School pupils across Cumbria are proving that they have inherited the poetry tradition from William Wordsworth.
More than 100 young poets from all over the county have submitted entries for the annual Rydal Mount Wordsworth prize, organised by the descendants of Wordsworth who are now judging their work.
Members of the Wordsworth family will attend the award ceremony and prizegiving to be held at the poet’s home near Ambleside, Rydal Mount, on Thursday April 14.
The poems this year are on the theme: Mind the Gap. Peter Elkington, the curator of Rydal Mount, who is organising the contest on behalf of the Wordsworth family, said: “The writers could interpret the theme in any way they wish, but we thought that it would be an opportunity for some of them to consider how the winter storms and the Gap on the A591 have affected their lives and their family lives.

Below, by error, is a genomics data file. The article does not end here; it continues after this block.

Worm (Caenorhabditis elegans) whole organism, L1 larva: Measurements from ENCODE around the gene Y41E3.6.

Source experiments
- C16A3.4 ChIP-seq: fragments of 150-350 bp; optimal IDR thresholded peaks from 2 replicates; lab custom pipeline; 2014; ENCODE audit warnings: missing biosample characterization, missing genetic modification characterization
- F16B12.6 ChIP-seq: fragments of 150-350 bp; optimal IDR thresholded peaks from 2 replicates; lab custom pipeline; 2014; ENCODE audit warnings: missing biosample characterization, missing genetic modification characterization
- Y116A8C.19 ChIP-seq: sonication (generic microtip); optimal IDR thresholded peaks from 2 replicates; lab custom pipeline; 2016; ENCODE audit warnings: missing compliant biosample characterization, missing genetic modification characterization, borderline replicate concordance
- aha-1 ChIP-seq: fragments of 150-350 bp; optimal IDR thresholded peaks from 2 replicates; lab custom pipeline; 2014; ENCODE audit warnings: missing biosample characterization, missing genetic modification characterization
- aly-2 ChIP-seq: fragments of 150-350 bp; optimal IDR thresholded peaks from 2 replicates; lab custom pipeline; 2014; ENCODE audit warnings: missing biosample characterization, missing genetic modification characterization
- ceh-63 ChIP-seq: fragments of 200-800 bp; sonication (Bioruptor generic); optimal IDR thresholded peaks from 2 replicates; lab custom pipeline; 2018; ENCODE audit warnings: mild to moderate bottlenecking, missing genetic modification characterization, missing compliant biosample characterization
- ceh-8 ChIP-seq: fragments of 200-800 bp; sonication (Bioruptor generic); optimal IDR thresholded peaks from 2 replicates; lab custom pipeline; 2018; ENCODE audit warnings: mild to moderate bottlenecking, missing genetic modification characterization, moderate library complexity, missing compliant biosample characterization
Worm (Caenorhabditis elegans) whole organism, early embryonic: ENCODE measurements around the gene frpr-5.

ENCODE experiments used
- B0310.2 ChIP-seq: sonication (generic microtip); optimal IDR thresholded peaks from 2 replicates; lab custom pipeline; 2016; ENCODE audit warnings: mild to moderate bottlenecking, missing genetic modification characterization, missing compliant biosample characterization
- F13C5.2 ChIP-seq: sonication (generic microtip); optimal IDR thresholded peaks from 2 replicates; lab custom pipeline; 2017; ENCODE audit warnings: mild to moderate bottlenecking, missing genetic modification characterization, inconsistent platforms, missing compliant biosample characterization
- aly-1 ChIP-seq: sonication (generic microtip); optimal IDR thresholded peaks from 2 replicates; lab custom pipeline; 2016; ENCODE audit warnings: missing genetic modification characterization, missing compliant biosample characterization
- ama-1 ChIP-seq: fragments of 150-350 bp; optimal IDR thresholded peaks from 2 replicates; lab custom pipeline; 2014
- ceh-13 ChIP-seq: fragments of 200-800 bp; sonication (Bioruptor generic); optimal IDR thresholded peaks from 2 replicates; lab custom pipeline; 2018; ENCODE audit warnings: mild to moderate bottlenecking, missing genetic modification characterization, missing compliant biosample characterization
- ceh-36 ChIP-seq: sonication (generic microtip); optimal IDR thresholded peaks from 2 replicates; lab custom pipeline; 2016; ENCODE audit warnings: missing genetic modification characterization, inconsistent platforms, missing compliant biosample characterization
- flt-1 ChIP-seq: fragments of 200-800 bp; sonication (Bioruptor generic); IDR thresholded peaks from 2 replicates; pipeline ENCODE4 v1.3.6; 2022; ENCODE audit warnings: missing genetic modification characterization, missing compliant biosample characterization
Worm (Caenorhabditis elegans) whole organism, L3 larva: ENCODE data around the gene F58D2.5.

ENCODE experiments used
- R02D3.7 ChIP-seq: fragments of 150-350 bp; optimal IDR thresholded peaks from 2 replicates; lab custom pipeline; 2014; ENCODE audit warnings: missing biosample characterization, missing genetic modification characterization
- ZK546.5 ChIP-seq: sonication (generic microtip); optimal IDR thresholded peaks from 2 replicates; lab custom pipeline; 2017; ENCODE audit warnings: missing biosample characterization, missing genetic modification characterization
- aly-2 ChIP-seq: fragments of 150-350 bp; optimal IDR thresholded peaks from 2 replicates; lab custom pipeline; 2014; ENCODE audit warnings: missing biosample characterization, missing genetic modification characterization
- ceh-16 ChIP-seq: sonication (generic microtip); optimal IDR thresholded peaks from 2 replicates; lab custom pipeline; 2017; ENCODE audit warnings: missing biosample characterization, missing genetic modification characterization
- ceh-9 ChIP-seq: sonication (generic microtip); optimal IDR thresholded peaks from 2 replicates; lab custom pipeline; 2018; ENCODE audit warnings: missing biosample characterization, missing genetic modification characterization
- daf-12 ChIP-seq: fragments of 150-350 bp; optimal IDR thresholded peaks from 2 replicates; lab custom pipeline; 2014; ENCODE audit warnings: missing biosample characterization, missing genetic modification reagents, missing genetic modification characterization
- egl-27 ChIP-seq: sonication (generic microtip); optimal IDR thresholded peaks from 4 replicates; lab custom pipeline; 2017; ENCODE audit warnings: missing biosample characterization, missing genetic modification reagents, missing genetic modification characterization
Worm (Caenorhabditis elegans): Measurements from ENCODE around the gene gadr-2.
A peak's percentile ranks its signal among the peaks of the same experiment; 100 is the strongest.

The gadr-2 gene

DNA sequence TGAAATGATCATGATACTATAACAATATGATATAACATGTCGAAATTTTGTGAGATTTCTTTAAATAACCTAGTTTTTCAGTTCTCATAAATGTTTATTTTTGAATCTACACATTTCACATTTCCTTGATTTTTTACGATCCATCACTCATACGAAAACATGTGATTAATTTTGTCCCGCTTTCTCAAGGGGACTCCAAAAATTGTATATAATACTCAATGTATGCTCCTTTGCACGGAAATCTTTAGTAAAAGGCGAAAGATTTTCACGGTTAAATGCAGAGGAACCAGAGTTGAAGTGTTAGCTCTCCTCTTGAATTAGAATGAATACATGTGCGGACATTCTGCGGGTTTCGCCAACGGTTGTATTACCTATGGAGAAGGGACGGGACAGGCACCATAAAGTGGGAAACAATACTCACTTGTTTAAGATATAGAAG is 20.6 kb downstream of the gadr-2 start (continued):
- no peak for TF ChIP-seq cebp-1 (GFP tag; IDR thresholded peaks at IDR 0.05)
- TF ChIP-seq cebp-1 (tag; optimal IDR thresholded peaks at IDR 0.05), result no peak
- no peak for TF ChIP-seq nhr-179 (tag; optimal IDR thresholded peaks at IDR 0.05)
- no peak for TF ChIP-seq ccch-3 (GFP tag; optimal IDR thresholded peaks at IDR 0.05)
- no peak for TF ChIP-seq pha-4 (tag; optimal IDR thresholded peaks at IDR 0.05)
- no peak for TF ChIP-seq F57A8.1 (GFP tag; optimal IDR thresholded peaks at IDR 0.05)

“We are absolutely thrilled with the response and with the standard of writing.”
The winner will receive a £50 cash prize, a personal trophy, and his or her name will be added to the roll of honour on the plaque at Wordsworth’s former home at Rydal Mount near Ambleside. There are book prizes for the poets judged as highly commended in the primary and secondary school categories.
Each entrant also receives a certificate signed by the descendants of William Wordsworth.
Last year’s winner was 13 year old Jessica Dickinson, a pupil at Keswick School, with “I wandered into my childhood”, a tribute to William Wordsworth’s Daffodils. Her poem was deemed to be the best from more than 150 entries from school pupils across Cumbria by members of the Wordsworth family, who will judge the entries again this year. Her poem has been framed and displayed at Rydal Mount for visitors to read.